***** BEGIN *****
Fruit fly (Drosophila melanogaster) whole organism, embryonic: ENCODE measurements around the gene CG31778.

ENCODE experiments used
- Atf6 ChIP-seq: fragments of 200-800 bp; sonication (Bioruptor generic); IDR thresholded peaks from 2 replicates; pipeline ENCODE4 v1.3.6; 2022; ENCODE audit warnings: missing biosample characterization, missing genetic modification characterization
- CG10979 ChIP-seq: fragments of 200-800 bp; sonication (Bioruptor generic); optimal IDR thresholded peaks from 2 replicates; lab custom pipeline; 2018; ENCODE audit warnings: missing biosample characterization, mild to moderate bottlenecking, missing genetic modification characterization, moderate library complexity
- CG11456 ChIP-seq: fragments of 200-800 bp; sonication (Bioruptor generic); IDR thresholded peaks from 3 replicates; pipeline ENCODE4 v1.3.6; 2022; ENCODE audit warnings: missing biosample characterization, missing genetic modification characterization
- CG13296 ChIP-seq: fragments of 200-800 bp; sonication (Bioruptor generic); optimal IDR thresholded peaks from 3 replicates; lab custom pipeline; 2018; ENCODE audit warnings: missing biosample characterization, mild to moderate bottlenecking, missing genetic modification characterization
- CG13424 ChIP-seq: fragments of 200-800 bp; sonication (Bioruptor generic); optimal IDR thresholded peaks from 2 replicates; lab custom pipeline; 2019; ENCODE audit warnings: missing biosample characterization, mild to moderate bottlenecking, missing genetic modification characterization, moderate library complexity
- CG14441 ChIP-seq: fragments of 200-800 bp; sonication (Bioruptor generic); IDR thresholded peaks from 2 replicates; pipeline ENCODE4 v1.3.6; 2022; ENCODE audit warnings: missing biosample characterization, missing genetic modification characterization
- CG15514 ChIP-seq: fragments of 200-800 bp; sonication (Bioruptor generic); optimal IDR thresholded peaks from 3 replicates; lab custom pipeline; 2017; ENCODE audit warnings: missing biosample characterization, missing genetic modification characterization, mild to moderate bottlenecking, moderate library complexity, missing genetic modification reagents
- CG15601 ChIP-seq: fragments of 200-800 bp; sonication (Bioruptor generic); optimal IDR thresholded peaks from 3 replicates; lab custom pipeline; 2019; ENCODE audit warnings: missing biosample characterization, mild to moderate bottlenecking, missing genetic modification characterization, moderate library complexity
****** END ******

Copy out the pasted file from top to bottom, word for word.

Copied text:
Fruit fly (Drosophila melanogaster) whole organism, embryonic: ENCODE measurements around the gene CG31778.

ENCODE experiments used
- Atf6 ChIP-seq: fragments of 200-800 bp; sonication (Bioruptor generic); IDR thresholded peaks from 2 replicates; pipeline ENCODE4 v1.3.6; 2022; ENCODE audit warnings: missing biosample characterization, missing genetic modification characterization
- CG10979 ChIP-seq: fragments of 200-800 bp; sonication (Bioruptor generic); optimal IDR thresholded peaks from 2 replicates; lab custom pipeline; 2018; ENCODE audit warnings: missing biosample characterization, mild to moderate bottlenecking, missing genetic modification characterization, moderate library complexity
- CG11456 ChIP-seq: fragments of 200-800 bp; sonication (Bioruptor generic); IDR thresholded peaks from 3 replicates; pipeline ENCODE4 v1.3.6; 2022; ENCODE audit warnings: missing biosample characterization, missing genetic modification characterization
- CG13296 ChIP-seq: fragments of 200-800 bp; sonication (Bioruptor generic); optimal IDR thresholded peaks from 3 replicates; lab custom pipeline; 2018; ENCODE audit warnings: missing biosample characterization, mild to moderate bottlenecking, missing genetic modification characterization
- CG13424 ChIP-seq: fragments of 200-800 bp; sonication (Bioruptor generic); optimal IDR thresholded peaks from 2 replicates; lab custom pipeline; 2019; ENCODE audit warnings: missing biosample characterization, mild to moderate bottlenecking, missing genetic modification characterization, moderate library complexity
- CG14441 ChIP-seq: fragments of 200-800 bp; sonication (Bioruptor generic); IDR thresholded peaks from 2 replicates; pipeline ENCODE4 v1.3.6; 2022; ENCODE audit warnings: missing biosample characterization, missing genetic modification characterization
- CG15514 ChIP-seq: fragments of 200-800 bp; sonication (Bioruptor generic); optimal IDR thresholded peaks from 3 replicates; lab custom pipeline; 2017; ENCODE audit warnings: missing biosample characterization, missing genetic modification characterization, mild to moderate bottlenecking, moderate library complexity, missing genetic modification reagents
- CG15601 ChIP-seq: fragments of 200-800 bp; sonication (Bioruptor generic); optimal IDR thresholded peaks from 3 replicates; lab custom pipeline; 2019; ENCODE audit warnings: missing biosample characterization, mild to moderate bottlenecking, missing genetic modification characterization, moderate library complexity